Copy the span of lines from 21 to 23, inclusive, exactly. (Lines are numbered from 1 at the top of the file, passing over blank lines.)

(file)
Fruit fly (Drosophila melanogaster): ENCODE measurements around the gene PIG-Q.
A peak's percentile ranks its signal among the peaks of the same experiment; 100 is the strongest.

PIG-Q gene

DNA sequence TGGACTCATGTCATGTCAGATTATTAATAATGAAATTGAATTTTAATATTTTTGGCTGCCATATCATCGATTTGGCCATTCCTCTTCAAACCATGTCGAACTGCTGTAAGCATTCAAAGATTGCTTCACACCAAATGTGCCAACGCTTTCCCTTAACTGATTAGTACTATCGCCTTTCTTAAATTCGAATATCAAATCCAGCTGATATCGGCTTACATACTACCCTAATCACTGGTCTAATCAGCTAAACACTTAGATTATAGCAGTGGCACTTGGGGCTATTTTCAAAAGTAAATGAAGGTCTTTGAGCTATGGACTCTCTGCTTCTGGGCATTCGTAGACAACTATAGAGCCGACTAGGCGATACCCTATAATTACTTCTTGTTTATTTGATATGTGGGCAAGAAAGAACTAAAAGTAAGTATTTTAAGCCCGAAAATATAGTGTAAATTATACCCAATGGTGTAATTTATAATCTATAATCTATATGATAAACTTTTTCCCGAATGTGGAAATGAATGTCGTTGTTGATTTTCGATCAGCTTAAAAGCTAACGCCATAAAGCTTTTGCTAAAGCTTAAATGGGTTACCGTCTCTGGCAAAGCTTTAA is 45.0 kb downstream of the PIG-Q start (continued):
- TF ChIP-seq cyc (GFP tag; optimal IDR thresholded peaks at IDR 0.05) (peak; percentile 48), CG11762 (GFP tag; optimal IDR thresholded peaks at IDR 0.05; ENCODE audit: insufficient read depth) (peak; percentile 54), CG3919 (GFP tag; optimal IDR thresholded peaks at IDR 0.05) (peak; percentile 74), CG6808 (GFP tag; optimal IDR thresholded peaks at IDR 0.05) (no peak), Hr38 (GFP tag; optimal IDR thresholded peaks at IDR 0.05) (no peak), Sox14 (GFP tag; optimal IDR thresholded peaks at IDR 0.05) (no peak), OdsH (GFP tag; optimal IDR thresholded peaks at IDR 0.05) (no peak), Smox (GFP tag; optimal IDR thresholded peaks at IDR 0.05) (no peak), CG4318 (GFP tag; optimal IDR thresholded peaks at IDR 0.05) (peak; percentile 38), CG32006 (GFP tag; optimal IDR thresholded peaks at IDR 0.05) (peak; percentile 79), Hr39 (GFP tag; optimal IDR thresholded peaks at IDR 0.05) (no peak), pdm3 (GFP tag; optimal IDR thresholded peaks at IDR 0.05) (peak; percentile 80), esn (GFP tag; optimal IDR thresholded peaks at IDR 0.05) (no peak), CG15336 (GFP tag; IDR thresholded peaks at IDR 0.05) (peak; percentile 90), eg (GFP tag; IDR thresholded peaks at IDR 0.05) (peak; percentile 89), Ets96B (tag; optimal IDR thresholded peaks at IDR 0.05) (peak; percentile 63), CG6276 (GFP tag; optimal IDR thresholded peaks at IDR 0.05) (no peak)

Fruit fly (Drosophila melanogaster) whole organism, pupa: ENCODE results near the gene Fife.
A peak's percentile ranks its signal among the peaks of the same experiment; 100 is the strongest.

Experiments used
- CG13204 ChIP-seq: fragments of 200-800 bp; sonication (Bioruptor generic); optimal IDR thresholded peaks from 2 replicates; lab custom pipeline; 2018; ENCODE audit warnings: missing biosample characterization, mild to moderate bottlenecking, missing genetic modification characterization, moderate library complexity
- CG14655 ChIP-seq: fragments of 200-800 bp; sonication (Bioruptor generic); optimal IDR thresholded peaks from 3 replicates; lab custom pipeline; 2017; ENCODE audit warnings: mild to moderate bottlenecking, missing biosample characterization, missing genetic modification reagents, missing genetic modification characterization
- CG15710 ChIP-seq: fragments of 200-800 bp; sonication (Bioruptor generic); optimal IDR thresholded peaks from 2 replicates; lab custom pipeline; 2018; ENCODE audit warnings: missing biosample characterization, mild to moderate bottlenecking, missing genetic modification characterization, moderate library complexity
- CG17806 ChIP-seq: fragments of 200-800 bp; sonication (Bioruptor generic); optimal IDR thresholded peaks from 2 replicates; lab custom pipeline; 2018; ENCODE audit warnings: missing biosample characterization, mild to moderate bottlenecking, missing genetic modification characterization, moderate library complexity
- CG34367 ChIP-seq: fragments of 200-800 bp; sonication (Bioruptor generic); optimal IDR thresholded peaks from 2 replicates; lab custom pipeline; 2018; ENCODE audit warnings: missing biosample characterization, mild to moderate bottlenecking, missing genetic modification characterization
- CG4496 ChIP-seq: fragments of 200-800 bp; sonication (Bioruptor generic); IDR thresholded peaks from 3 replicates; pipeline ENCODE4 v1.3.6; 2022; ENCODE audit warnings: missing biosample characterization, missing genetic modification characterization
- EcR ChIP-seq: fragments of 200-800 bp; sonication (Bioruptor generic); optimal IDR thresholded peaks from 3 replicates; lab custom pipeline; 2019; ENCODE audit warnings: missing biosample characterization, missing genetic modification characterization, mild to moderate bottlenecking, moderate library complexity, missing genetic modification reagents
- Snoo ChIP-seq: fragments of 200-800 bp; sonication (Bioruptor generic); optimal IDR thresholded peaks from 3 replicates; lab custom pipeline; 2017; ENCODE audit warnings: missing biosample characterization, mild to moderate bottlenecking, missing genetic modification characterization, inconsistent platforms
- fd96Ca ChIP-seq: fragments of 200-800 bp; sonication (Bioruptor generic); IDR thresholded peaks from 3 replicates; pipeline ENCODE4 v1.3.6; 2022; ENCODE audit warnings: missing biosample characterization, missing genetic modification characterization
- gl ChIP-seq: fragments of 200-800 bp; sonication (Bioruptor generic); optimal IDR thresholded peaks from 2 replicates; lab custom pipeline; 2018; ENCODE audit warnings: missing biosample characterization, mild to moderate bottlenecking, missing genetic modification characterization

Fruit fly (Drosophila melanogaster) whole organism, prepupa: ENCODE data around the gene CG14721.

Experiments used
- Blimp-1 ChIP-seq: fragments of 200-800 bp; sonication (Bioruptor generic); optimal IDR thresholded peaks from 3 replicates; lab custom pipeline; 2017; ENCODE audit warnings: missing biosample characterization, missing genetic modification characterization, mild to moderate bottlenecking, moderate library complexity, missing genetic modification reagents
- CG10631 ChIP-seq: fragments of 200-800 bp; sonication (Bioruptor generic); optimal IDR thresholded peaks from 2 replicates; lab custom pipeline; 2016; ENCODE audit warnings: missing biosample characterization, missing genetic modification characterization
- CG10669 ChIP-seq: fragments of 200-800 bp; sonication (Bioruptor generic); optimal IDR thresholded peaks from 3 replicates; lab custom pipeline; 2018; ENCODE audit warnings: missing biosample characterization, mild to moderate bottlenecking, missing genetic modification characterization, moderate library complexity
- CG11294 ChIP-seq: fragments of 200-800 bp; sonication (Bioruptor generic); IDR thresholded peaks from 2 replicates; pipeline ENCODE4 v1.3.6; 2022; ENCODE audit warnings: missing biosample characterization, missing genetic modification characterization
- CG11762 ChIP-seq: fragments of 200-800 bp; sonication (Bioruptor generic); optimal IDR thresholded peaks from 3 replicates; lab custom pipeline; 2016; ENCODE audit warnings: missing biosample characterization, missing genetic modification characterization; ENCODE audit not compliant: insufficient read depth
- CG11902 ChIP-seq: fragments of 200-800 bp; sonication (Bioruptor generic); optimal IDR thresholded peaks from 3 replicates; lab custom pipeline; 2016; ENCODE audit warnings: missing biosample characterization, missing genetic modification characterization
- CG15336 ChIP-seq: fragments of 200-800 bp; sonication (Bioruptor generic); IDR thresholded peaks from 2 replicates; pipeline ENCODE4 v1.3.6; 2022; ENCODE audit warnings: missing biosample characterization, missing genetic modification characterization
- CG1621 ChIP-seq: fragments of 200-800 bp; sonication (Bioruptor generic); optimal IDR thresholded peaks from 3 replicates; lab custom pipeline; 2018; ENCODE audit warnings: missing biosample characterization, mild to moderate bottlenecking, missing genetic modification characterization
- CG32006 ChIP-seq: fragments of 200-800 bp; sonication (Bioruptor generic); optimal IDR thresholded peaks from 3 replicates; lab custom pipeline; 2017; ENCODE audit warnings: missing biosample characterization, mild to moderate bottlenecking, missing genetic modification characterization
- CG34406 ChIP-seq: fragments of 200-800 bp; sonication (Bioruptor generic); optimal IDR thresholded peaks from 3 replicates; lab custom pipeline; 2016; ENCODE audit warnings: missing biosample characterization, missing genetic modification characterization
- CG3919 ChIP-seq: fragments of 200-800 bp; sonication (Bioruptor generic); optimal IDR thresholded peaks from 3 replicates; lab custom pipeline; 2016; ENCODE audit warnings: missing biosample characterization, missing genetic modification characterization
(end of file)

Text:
- Blimp-1 ChIP-seq: fragments of 200-800 bp; sonication (Bioruptor generic); optimal IDR thresholded peaks from 3 replicates; lab custom pipeline; 2017; ENCODE audit warnings: missing biosample characterization, missing genetic modification characterization, mild to moderate bottlenecking, moderate library complexity, missing genetic modification reagents
- CG10631 ChIP-seq: fragments of 200-800 bp; sonication (Bioruptor generic); optimal IDR thresholded peaks from 2 replicates; lab custom pipeline; 2016; ENCODE audit warnings: missing biosample characterization, missing genetic modification characterization
- CG10669 ChIP-seq: fragments of 200-800 bp; sonication (Bioruptor generic); optimal IDR thresholded peaks from 3 replicates; lab custom pipeline; 2018; ENCODE audit warnings: missing biosample characterization, mild to moderate bottlenecking, missing genetic modification characterization, moderate library complexity